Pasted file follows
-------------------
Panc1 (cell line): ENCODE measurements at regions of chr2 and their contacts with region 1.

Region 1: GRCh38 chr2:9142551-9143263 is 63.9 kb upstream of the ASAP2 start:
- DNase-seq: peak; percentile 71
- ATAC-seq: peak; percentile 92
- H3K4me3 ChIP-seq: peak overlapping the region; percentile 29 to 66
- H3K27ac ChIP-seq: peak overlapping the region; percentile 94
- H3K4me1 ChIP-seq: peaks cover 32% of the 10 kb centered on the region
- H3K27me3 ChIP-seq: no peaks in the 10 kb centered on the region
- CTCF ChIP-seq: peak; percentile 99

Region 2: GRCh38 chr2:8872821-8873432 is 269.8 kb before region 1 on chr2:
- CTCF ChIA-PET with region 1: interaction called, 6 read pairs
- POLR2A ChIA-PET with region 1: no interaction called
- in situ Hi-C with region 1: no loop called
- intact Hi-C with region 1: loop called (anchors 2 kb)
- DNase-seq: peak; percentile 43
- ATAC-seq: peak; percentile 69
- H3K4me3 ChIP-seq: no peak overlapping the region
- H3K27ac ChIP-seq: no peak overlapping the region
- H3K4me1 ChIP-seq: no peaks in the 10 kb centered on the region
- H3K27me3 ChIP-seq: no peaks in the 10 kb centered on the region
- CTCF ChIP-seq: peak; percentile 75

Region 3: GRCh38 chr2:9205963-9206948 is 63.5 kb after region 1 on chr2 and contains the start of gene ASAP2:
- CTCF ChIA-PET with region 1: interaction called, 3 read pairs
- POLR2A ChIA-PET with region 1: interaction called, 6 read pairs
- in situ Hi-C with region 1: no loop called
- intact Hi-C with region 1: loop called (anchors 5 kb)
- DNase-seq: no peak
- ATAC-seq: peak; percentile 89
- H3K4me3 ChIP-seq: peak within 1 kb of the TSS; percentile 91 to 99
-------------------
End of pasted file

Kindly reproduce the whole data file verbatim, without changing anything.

Panc1 (cell line): ENCODE measurements at regions of chr2 and their contacts with region 1.

Region 1: GRCh38 chr2:9142551-9143263 is 63.9 kb upstream of the ASAP2 start:
- DNase-seq: peak; percentile 71
- ATAC-seq: peak; percentile 92
- H3K4me3 ChIP-seq: peak overlapping the region; percentile 29 to 66
- H3K27ac ChIP-seq: peak overlapping the region; percentile 94
- H3K4me1 ChIP-seq: peaks cover 32% of the 10 kb centered on the region
- H3K27me3 ChIP-seq: no peaks in the 10 kb centered on the region
- CTCF ChIP-seq: peak; percentile 99

Region 2: GRCh38 chr2:8872821-8873432 is 269.8 kb before region 1 on chr2:
- CTCF ChIA-PET with region 1: interaction called, 6 read pairs
- POLR2A ChIA-PET with region 1: no interaction called
- in situ Hi-C with region 1: no loop called
- intact Hi-C with region 1: loop called (anchors 2 kb)
- DNase-seq: peak; percentile 43
- ATAC-seq: peak; percentile 69
- H3K4me3 ChIP-seq: no peak overlapping the region
- H3K27ac ChIP-seq: no peak overlapping the region
- H3K4me1 ChIP-seq: no peaks in the 10 kb centered on the region
- H3K27me3 ChIP-seq: no peaks in the 10 kb centered on the region
- CTCF ChIP-seq: peak; percentile 75

Region 3: GRCh38 chr2:9205963-9206948 is 63.5 kb after region 1 on chr2 and contains the start of gene ASAP2:
- CTCF ChIA-PET with region 1: interaction called, 3 read pairs
- POLR2A ChIA-PET with region 1: interaction called, 6 read pairs
- in situ Hi-C with region 1: no loop called
- intact Hi-C with region 1: loop called (anchors 5 kb)
- DNase-seq: no peak
- ATAC-seq: peak; percentile 89
- H3K4me3 ChIP-seq: peak within 1 kb of the TSS; percentile 91 to 99